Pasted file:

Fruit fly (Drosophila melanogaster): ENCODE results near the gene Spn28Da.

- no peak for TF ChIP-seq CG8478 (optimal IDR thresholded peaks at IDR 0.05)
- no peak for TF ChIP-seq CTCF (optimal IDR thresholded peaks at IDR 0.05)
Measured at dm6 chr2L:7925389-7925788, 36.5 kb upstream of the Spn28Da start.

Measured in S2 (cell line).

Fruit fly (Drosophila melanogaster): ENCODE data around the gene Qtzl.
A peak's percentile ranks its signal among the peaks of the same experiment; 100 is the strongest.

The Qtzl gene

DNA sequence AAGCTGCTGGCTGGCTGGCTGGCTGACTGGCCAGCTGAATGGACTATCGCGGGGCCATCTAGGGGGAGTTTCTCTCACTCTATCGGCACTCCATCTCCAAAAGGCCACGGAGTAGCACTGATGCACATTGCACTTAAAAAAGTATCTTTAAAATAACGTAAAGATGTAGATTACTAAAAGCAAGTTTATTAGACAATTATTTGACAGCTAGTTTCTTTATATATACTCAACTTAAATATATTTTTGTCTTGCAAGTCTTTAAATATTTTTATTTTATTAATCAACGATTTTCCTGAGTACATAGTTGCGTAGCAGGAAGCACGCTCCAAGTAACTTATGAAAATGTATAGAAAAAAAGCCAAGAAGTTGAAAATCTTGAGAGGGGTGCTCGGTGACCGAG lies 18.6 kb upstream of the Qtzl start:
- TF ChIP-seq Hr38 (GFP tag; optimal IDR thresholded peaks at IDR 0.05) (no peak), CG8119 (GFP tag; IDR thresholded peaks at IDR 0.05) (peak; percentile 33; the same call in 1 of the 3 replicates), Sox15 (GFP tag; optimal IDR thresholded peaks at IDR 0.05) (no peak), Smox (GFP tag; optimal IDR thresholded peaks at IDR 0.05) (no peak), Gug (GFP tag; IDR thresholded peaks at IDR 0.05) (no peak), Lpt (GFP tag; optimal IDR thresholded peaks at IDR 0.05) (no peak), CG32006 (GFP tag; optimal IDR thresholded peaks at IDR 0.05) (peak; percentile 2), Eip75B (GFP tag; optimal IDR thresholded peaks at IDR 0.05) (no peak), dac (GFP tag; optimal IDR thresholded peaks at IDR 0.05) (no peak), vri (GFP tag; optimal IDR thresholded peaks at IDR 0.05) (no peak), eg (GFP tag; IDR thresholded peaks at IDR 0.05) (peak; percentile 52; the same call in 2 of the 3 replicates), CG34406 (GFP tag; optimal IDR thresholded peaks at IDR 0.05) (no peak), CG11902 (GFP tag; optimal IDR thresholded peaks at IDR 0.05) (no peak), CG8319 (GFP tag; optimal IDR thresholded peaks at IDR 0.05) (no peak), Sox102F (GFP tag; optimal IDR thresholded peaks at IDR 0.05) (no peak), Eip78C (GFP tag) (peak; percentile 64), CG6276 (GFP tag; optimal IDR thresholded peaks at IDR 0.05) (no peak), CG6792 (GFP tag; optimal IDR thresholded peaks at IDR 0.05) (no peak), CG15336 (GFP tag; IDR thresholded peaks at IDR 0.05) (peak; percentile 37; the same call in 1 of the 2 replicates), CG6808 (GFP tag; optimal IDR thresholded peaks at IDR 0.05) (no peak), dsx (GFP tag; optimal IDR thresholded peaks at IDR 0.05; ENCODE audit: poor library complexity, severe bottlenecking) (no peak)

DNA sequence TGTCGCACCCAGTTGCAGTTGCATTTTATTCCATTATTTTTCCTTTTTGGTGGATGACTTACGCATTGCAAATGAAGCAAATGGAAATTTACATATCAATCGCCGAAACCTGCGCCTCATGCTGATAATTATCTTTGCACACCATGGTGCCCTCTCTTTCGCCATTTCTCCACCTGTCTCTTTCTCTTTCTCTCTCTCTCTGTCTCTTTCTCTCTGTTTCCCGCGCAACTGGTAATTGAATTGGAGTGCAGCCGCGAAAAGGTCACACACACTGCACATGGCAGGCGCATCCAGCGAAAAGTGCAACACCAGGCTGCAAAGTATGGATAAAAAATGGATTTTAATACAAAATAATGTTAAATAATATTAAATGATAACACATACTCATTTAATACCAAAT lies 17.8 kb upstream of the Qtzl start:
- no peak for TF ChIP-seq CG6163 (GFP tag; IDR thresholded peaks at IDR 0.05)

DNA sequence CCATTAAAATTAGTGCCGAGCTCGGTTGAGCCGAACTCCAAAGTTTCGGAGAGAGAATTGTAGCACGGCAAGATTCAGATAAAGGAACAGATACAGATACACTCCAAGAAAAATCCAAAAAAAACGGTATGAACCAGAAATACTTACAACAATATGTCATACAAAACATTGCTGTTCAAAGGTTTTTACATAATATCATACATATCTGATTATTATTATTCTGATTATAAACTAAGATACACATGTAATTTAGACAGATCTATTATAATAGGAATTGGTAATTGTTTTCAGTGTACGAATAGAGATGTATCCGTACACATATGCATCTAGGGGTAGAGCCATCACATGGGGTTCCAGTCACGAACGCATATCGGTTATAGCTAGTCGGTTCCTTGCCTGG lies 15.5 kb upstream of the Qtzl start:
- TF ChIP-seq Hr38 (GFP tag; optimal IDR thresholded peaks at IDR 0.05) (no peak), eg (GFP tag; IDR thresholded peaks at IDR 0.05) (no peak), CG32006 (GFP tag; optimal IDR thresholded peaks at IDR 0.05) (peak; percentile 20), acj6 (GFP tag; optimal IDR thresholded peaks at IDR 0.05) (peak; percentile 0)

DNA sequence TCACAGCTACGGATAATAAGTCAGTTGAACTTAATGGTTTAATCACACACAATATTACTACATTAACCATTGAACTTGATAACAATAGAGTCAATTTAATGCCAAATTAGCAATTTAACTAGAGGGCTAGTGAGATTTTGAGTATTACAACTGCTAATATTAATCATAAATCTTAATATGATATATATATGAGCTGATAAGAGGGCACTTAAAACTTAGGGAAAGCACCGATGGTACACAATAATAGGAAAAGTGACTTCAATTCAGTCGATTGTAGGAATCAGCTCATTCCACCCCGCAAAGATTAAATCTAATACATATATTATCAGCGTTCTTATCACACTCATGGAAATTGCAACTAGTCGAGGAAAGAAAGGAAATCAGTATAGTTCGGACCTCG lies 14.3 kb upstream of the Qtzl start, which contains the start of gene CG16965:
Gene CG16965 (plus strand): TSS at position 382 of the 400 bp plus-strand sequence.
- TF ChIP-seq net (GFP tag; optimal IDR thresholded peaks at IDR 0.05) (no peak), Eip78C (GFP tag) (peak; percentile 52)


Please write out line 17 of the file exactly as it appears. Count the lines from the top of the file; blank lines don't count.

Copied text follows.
- TF ChIP-seq net (GFP tag; optimal IDR thresholded peaks at IDR 0.05) (no peak), Eip78C (GFP tag) (peak; percentile 52)